A lot of people spoke about being on zero-hour contracts, where you’re totally casualised and not guaranteed any hours. I thought if you’d been employed for a year you were entitled to the same rights as other staff, but apparently both management and the UCU lawyers say it’s two years.
It looks like there will be two further days of action at Hackney next week – activists in London need to get mobilised to support them!


Ruth Cashman, Lambeth Unison assistant branch secretary, reports from Lambeth College’s Clapham Centre: The college is cutting 26 posts which will mean 47 people losing their jobs. Overall at Lambeth College, across all three sites, the strike was really strong, with only a small number of teaching staff crossing picket lines.
There were about 70 people on the Clapham picket line from 7am, later they were joined by pickets from the other sites (Vauxhall and Brixton), and a hundred or so people marched through Clapham before leaving for the demo in central London. The mood was high, with people keen to stop students and passers by to talk about the strike. One striker commented: “Sure the mood is good today, but it usually is on the first day of action. We need to talk about what next. It takes more than a day, or even a day here and there, to stop cuts like this.”
UCU and UNISON have been holding joint meetings at the college and producing joint propaganda in the run up to the strike. Some UNISON members did not go into work despite the union’s failure to ballot members to go out themselves. UNISON activists at the college are frustrated at the London Region dragging their feet on organising coordinated action with UCU and are keen to push through a strike ballot as soon as possible so they can join their brothers and sisters in action.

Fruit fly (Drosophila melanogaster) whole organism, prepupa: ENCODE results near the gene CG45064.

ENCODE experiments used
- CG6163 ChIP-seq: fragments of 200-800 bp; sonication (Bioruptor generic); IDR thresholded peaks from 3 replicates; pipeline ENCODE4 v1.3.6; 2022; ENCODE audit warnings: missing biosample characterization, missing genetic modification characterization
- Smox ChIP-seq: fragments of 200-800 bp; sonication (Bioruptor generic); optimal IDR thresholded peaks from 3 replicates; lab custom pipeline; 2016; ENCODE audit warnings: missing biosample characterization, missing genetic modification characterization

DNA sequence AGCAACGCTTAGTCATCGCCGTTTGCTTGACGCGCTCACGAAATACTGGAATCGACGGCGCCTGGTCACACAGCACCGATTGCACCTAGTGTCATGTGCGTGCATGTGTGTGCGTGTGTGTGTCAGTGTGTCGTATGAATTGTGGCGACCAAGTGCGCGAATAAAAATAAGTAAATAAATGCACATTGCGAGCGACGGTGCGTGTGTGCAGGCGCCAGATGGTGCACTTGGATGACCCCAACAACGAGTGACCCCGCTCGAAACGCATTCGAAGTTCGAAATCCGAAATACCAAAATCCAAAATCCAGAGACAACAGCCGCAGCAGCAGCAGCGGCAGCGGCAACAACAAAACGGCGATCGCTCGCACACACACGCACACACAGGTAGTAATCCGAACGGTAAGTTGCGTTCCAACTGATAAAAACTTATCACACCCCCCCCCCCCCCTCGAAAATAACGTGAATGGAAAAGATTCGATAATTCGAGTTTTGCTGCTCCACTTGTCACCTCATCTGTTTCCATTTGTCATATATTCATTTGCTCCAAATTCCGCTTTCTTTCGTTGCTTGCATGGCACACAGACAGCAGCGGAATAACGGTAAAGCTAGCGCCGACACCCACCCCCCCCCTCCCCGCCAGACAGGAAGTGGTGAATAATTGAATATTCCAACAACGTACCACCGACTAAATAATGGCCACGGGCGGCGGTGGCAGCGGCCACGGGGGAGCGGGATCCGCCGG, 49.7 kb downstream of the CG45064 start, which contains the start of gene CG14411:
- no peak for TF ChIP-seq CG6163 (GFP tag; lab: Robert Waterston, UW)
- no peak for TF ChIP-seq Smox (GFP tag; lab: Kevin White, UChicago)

Both unions are, to some extent, pursuing a policy of avoiding compulsory redundancies without challenging cuts – moving people into vacant posts, forcing people to retire, voluntary redundancy, hours cuts etc. This pushes the unions to make the bosses’ arguments – “We need to make cuts…” – for them, and ignores the effect on staff of increased workload and on students as they lose teaching time, nursery facilities and other important services.
Vauxhall site: I didn’t go to Vauxhall, but got a report from a UCU activist who was there. There were about ten pickets (not bad considering it was such a small site); everyone was pretty upbeat, but keen to see some strategy for taking the strike forward.